I can’t remember ever seeing an article thanking chief nurses. Seems they’re always the ones thanking their nurses. Recognition is long overdue.
Even before the pandemic, chief nursing officers (CNOs) had a tremendous challenge. Now, it’s even worse. I can’t help but feel a profound sense of gratitude and respect for these nurses because I understand clearly that they have their fingers in the dike of healthcare, preventing the entire system from collapsing—every day. If you understood their culture, I know you would feel the same.
When I was teaching a few charge nurses last week who were angry about inadequate staffing, one blurted out, “You should tell our CNO what you’re telling us.” I responded, “Who do you think brought me in here to speak with you?” Staff nurses don’t understand that the real problem is the system and not their leader. So, they blame their CNO.
Politics are thick in the C-suite—a term used to describe the CEO, CFO, CXO team. In every hospital, the CFO has the last word because our healthcare system primarily is designed for profit. The CNO typically is the last voice for safe, quality care. Nowhere are the different goals of healthcare more blatantly obvious than if you lay the job descriptions of the CFO and CNO next to each other. Working in this bi-polar world can make you crazy. The best hospitals I’ve visited have a combined CNO/CEO role as one person—that’s where I would want to work.
Since nursing is a cost and not a ‘payment,’ CNOs find themselves responding to C-Suite discernment, critiques, assumptions, and requests (demands) to constantly evaluate potential cost reductions that force them to constantly justify patient care staffing needs. Because nurses are perceived as a cost and not a revenue driver, many CNOs have little clout. But the real issue is that as a society, our system values profit over people…business over service…capitalism over caring.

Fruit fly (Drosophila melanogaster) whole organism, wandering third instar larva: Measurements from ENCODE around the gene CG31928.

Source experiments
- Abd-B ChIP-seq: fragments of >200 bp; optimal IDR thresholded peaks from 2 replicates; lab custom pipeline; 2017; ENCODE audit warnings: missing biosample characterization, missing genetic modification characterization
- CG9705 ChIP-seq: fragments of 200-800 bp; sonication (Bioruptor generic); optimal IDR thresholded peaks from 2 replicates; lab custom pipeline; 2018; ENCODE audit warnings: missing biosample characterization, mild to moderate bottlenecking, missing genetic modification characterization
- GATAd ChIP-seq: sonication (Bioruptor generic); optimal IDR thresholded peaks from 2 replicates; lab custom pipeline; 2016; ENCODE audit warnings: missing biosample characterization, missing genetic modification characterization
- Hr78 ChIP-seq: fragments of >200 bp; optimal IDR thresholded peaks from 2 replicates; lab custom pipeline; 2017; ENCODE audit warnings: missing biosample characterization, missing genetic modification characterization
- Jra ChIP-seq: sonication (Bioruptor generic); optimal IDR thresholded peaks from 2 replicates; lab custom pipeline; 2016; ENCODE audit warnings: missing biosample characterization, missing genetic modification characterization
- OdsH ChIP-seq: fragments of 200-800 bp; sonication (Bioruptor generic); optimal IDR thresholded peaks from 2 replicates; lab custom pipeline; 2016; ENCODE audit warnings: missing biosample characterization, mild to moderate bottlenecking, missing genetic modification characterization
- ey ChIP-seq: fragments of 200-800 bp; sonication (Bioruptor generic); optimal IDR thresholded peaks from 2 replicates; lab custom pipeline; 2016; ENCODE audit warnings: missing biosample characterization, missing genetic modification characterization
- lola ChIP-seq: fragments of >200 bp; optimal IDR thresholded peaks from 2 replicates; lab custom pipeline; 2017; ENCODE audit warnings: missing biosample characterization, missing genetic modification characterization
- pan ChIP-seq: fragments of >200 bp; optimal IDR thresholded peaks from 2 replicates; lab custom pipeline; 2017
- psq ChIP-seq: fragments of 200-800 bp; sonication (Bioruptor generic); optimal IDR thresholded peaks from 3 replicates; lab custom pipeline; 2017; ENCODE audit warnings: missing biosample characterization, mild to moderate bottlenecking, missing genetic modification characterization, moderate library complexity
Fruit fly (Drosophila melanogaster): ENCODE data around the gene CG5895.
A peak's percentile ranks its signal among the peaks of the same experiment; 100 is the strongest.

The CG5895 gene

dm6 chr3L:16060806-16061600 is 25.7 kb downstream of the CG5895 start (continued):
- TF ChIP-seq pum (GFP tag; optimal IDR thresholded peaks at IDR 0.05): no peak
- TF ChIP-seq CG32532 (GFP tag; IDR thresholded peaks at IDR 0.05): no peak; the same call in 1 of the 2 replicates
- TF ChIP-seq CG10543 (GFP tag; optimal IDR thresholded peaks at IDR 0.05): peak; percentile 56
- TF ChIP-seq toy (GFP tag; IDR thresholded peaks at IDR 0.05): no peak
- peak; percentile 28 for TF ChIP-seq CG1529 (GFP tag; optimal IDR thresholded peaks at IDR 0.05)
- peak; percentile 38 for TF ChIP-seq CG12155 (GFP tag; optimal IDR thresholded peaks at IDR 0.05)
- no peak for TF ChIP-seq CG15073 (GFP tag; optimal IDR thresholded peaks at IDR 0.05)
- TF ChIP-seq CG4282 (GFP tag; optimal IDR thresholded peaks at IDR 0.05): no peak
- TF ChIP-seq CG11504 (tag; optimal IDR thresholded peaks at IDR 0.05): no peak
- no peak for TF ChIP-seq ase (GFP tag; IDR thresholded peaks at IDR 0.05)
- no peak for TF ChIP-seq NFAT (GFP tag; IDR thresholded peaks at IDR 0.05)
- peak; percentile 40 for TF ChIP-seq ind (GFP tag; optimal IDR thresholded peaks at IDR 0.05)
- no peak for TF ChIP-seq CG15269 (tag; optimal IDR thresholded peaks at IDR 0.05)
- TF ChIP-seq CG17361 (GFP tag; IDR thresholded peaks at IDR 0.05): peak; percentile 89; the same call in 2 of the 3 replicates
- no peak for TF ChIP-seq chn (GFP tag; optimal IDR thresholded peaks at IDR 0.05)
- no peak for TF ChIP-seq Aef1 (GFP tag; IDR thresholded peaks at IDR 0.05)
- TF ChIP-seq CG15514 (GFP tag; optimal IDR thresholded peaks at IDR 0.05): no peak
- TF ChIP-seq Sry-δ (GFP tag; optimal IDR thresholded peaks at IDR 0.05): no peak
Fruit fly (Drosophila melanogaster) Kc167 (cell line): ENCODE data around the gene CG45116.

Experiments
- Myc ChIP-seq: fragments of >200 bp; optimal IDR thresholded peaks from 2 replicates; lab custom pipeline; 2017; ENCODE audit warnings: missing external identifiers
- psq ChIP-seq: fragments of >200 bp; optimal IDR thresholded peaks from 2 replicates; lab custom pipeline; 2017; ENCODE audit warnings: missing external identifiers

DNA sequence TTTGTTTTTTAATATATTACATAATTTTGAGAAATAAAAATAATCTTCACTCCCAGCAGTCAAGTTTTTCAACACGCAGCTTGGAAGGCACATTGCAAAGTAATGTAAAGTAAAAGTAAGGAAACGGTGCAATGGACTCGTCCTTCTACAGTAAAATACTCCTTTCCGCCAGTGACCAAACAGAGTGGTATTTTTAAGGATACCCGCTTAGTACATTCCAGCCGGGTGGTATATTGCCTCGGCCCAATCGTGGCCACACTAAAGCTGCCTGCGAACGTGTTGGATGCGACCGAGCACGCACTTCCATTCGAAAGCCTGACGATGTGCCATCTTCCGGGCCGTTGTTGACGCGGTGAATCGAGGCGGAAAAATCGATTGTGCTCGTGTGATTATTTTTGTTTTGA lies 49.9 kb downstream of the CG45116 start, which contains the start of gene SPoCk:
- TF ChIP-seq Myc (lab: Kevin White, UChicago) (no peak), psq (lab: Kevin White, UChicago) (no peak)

Many CNOs lack the support and power they deserve. In large healthcare organizations, hospitals compete against each other rather than cooperating between hospital systems that are so large they span states. Unless they have a corporate CNO to mentor and stand up for them, these CNOs are especially vulnerable. To what? To being deprived of what they need to do their job, getting lost in the thicket of numerical calculations and not being heard. Or as one CNO shared with me, “If I speak my truth as you say, I won’t have a job—they’ll just find someone else who will stay silent.”
A heartfelt thank you to every CNO for your compassion, creativity, tenacity, endurance, and dedication. Your challenges are greater than any other role in healthcare. Or maybe I should ask other people to thank you, knowing that you’re the least likely to have time to read this post.
Stop and ask your CNO what you can do for them today. Appreciate the breadth and depth of their challenges.
Bartholomew K. By design: Aligning structure with values to impact outcomes in a public utility model. J Public Health Int. 2021;4(3):15-21. openaccesspub.org/jphi/article/1725
Bombardieri M, Zhavoronkova M. Opinion: There’s a dire shortage of nurses across the US. There’s also an overlooked solution. CNN. July 20, 2022. cnn.com/2022/07/20/opinions/nursing-shortage-covid-hospitals-bombardieri-zhavoronkova/index.html
Love R. Want to fix the nursing shortage? Change this 100-year-old policy. Becker’s Hospital Review. July 18, 2022. beckershospitalreview.com/want-to-fix-the-nursing-shortage-change-this-100-year-old-policy.html
Kathleen Bartholomew, RN, MN, is an internationally recognized patient safety and health culture expert. Kathleen has spoken on leadership, communication, patient safety, and peer relationships to hospital executives and nurse leaders for twenty years.
All of her books come from her passion to understand the stories of nurses. Her books, “Ending Nurse to Nurse Hostility” and “Speak Your Truth” illuminate our relationships with our peers and physician partners. She is also co-author of “The Dauntless Nurse” which was written as a communication confidence builder.
Kathleen is also a guest Op Ed writer to the Seattle Times and has been interviewed twice on NPR’s “People’s Pharmacy”. Her Tedx Talk calls for changing our belief system from a hierarchy to equality in order to keep our patients safe – and also explains how disaster thrust her into ‘the best profession ever’.